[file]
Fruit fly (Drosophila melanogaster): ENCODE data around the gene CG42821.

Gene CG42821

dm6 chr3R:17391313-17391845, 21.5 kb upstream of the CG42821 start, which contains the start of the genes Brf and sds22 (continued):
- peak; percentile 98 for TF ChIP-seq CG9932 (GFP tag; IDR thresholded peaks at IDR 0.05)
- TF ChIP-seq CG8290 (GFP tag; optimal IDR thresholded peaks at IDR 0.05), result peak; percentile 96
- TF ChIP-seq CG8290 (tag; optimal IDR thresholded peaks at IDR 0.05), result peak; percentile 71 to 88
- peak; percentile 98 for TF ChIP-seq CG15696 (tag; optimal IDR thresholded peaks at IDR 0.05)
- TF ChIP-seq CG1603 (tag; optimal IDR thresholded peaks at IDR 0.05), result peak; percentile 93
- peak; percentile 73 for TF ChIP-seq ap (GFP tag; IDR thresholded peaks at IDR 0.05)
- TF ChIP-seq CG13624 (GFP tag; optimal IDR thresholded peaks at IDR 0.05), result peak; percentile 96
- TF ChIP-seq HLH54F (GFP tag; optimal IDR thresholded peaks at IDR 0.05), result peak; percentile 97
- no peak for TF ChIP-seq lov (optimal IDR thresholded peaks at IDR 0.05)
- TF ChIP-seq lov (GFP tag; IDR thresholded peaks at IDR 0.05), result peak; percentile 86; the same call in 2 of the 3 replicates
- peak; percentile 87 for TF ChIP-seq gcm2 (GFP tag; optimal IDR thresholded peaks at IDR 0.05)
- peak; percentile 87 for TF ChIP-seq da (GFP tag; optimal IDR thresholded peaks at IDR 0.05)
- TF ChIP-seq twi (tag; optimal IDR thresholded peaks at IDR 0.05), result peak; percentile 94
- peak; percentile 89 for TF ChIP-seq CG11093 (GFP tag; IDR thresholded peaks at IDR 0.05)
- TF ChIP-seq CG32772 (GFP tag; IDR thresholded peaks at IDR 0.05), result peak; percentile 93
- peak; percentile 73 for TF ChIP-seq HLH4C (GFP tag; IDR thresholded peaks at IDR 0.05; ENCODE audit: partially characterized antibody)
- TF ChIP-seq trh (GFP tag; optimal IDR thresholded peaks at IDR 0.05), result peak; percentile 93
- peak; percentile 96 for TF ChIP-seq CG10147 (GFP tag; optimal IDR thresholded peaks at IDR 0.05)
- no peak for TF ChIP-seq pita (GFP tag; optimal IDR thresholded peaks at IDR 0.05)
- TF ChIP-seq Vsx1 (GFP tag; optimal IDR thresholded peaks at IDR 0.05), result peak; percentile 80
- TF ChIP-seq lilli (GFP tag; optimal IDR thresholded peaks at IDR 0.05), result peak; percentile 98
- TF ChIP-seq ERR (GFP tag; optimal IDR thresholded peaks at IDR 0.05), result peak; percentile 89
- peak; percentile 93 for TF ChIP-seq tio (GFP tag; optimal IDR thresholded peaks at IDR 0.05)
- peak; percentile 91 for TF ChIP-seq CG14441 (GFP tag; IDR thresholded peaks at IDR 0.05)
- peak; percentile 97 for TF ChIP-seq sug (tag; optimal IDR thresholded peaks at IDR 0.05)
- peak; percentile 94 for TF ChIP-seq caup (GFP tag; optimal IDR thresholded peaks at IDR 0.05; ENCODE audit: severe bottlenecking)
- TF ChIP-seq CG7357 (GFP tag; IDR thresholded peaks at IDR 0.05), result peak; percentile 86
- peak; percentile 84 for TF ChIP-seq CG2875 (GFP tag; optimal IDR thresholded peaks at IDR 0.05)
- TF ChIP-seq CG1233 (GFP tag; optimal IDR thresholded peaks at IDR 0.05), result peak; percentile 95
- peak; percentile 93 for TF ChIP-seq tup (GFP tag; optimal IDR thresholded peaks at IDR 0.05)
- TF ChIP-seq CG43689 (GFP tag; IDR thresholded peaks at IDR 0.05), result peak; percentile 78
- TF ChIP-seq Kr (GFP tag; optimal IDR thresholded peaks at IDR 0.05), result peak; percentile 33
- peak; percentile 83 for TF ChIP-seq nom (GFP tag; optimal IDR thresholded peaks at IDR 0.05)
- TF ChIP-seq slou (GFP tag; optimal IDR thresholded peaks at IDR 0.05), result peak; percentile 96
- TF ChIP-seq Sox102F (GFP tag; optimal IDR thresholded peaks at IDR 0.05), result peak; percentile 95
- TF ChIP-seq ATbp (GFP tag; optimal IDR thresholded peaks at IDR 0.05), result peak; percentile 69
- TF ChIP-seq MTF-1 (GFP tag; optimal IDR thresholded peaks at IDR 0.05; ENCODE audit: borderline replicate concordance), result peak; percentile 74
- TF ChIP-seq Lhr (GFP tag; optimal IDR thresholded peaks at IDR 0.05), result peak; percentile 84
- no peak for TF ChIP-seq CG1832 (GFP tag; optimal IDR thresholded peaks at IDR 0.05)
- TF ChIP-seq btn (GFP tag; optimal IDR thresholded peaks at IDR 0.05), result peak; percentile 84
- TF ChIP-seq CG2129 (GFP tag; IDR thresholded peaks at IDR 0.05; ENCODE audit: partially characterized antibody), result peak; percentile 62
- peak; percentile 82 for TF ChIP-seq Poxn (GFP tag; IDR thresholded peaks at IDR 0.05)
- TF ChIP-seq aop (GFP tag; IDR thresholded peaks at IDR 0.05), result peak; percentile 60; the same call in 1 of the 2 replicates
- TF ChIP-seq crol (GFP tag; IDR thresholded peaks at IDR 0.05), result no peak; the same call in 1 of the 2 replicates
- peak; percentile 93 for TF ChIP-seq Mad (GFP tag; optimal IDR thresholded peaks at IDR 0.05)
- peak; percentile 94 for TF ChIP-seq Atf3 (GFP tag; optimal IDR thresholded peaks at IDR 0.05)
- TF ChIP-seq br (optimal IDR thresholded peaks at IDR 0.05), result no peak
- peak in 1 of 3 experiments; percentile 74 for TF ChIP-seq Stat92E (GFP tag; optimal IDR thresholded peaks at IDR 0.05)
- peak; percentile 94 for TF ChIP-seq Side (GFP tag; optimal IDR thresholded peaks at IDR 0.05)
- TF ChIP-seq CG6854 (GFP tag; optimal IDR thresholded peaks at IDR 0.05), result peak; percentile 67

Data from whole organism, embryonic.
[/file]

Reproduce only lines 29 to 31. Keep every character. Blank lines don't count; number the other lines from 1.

- peak; percentile 94 for TF ChIP-seq caup (GFP tag; optimal IDR thresholded peaks at IDR 0.05; ENCODE audit: severe bottlenecking)
- TF ChIP-seq CG7357 (GFP tag; IDR thresholded peaks at IDR 0.05), result peak; percentile 86
- peak; percentile 84 for TF ChIP-seq CG2875 (GFP tag; optimal IDR thresholded peaks at IDR 0.05)